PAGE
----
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author1Andriy Bratishko. Faculty of Natural Sciences, Luhansk Taras Shevchenko National University, 1 Gogolya Sqr., Starobilsk, 92703, Luhansk region, Ukraine; BugWare, Inc., 1615 Village Square Blvd, ste. 8, Tallahassee, FL 32309, U.S.A.

Dr Andriy Bratishko, of Starobilsk, Ukraine, is a researcher of Luhansk Taras Shevchenko National University and micropaleontologist of BugWare Inc., Tallahassee, Fl, U.S.A. Scientific interests are related to systematics, palaeoecology, palaeogeography, biostratigraphy, biodiversity of Cenozoic fish faunas based on fossil otoliths. Current research is also focused on foraminiferal biostratigraphy of Cenozoic deposits.


author2Oleksandr Kovalchuk. Department of Paleontology, National Museum of Natural History of the National Academy of Sciences of Ukraine, 15 Bogdan Khmelnytsky str., Kyiv 01030, Ukraine.

Dr Oleksandr Kovalchuk, of Kyiv, Ukraine, is a researcher and curator of Cenozoic fish paleontology in the Department of Palaeontology, National Museum of Natural History of the National Academy of Sciences of Ukraine, specialist in the field of palaeoichthyology. Scientific interests are related to morphology, taxonomy, historical faunistics and palaeoecology of Neogene and Anthropogene freshwater fishes of southeastern Europe.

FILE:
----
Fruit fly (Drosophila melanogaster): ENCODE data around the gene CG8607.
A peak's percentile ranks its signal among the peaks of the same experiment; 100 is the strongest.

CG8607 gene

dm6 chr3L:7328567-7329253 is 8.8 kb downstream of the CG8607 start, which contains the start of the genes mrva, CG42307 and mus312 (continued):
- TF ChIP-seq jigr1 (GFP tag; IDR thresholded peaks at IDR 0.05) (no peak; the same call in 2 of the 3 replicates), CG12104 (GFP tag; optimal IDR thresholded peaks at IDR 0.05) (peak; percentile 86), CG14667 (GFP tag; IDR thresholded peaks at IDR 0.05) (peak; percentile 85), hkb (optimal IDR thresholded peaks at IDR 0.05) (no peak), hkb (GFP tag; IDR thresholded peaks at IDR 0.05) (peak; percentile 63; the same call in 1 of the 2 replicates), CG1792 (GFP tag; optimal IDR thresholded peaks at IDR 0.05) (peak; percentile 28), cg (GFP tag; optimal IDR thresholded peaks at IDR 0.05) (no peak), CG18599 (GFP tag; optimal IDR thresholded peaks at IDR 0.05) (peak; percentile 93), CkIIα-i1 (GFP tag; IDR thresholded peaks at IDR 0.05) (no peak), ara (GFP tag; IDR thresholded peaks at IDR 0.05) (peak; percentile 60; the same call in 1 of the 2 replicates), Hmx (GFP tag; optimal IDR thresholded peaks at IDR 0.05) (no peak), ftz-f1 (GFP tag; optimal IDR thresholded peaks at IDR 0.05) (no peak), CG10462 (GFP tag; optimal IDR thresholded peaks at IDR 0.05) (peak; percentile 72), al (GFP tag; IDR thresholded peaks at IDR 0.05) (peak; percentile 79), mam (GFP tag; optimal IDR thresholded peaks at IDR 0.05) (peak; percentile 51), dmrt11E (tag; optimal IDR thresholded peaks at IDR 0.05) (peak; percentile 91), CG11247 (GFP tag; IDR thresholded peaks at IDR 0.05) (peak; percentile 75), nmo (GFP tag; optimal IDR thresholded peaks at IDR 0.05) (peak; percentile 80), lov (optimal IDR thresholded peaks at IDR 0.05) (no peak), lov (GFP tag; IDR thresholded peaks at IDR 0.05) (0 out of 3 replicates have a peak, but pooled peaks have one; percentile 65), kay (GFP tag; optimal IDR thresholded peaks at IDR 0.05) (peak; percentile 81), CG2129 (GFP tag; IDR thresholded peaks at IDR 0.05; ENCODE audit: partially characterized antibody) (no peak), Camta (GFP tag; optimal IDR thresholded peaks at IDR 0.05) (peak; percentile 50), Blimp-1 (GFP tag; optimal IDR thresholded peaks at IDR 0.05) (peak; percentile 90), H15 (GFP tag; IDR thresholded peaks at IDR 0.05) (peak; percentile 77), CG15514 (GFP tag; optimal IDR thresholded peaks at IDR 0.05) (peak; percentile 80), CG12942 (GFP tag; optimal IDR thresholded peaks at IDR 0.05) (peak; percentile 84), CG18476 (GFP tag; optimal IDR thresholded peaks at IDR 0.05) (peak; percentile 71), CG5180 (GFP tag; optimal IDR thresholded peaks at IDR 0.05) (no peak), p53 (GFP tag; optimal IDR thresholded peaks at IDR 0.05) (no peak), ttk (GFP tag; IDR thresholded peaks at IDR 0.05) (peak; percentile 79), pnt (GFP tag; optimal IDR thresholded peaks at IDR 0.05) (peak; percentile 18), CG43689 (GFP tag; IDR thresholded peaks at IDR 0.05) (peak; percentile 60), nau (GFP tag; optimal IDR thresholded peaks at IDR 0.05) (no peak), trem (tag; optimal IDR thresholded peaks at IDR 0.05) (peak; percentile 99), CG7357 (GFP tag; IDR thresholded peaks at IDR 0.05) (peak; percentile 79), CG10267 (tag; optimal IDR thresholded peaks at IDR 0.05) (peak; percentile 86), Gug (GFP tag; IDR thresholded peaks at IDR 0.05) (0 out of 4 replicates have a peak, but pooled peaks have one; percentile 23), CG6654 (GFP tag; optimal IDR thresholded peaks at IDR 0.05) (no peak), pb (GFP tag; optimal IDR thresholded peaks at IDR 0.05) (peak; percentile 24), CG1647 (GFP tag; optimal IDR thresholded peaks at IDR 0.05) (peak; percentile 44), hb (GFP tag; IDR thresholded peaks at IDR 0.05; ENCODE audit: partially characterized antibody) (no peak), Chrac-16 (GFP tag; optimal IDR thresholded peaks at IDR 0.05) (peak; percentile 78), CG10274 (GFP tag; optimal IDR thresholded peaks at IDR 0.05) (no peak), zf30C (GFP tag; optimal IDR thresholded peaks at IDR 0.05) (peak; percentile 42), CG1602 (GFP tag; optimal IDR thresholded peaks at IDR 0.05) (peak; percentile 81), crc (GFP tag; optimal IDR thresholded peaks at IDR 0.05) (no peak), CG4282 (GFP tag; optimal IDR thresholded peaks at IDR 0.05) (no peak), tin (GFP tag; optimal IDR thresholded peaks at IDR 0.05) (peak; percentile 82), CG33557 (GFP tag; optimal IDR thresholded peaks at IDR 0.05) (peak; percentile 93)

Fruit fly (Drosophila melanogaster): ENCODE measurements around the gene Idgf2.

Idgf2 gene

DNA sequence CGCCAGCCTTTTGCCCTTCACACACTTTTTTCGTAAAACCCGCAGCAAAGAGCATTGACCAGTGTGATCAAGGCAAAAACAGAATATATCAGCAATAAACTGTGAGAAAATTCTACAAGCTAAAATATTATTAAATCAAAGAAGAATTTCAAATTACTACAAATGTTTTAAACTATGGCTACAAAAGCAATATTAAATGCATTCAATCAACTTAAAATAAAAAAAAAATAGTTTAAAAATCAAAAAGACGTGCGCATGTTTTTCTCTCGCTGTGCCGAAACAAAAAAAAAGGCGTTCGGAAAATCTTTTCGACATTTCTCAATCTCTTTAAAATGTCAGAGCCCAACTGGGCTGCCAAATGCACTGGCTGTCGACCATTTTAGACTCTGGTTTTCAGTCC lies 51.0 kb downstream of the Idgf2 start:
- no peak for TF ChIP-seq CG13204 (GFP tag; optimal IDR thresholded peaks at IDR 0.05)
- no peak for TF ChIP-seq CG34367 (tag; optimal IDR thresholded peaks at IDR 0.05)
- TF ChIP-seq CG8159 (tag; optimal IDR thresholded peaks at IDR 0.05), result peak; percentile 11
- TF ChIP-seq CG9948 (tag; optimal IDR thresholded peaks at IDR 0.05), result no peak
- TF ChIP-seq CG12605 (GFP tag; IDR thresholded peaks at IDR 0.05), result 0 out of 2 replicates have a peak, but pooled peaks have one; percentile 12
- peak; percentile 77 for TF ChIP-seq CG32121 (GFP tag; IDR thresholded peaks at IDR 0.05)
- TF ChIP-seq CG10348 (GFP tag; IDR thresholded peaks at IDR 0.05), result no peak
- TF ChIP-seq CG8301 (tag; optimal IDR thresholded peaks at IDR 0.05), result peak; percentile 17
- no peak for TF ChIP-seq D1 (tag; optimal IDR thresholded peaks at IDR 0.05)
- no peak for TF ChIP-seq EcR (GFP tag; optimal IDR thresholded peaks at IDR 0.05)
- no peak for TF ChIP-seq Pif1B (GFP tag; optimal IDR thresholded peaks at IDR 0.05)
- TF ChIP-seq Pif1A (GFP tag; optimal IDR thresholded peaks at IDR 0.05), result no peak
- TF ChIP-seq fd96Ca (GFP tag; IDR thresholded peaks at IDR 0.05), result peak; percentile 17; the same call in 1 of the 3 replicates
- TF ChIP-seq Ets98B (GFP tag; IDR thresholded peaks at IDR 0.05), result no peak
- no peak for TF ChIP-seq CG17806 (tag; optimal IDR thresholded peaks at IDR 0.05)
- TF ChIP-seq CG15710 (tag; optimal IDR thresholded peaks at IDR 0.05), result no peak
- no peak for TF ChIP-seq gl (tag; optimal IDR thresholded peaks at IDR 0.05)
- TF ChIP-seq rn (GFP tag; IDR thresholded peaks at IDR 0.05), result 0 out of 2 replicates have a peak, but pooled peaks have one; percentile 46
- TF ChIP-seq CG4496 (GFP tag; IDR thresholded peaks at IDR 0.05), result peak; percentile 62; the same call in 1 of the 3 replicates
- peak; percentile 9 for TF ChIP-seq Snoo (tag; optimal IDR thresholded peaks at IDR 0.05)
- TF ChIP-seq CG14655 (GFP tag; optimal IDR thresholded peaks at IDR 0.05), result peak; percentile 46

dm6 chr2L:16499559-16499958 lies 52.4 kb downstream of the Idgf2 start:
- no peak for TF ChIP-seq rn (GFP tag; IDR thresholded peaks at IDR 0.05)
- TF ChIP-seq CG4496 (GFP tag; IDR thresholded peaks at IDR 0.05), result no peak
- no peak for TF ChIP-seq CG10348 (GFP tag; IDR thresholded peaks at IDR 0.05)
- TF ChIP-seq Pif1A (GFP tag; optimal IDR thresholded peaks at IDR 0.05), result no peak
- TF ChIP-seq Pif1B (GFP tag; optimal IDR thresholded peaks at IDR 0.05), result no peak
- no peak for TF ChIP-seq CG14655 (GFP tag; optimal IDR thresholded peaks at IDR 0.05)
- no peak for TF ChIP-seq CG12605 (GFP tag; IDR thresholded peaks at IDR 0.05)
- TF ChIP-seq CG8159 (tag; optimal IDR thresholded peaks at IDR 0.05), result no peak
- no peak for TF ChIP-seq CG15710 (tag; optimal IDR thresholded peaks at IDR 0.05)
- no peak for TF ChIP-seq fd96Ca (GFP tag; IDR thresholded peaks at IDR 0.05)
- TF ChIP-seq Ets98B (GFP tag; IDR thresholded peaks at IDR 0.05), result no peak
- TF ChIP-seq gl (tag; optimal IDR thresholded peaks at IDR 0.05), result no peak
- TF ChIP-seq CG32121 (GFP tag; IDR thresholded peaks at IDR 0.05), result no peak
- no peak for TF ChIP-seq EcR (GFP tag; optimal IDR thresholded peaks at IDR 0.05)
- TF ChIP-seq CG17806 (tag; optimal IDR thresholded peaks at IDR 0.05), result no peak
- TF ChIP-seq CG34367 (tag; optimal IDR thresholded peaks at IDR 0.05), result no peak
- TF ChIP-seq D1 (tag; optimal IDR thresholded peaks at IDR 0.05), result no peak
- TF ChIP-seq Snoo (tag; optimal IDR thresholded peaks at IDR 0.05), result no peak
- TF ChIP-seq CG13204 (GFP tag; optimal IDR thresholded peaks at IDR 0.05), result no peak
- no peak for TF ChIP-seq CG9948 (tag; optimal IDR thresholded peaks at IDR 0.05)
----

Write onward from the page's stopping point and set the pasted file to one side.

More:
author3Werner Scwarzhans. Zoological Museum, Natural History Museum of Denmark, 15 Universitetsparken, Copenhagen 2100, Denmark.

Dr Werner Schwarzhans, of Hamburg, Germany, is an emeritus researcher with the Natural History Museum of Denmark, Copenhagen. He has worked as a geologist and has studdied fossil otoliths and recent fish and otoliths for more than 40 years. In 85 scientific publications he has described more than 600 mostly otolith-based fossil fish and about 120 recent fish species. Recent work focuses on regional fossil fish faunas on a worldwide scale, alligning skeletal and otolith-based fossil fish taxa through finds of otoliths in situ and systematic reviews of certain groups of extant fishes. 

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